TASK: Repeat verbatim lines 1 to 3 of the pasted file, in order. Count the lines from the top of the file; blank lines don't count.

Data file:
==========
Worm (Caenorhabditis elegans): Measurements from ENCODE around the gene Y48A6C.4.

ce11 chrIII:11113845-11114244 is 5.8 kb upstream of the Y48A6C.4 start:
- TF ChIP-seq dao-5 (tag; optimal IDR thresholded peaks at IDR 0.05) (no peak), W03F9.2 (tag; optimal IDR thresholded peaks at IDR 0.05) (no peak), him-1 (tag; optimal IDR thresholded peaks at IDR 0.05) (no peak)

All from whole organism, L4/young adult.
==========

Worm (Caenorhabditis elegans): Measurements from ENCODE around the gene Y48A6C.4.

ce11 chrIII:11113845-11114244 is 5.8 kb upstream of the Y48A6C.4 start:
- TF ChIP-seq dao-5 (tag; optimal IDR thresholded peaks at IDR 0.05) (no peak), W03F9.2 (tag; optimal IDR thresholded peaks at IDR 0.05) (no peak), him-1 (tag; optimal IDR thresholded peaks at IDR 0.05) (no peak)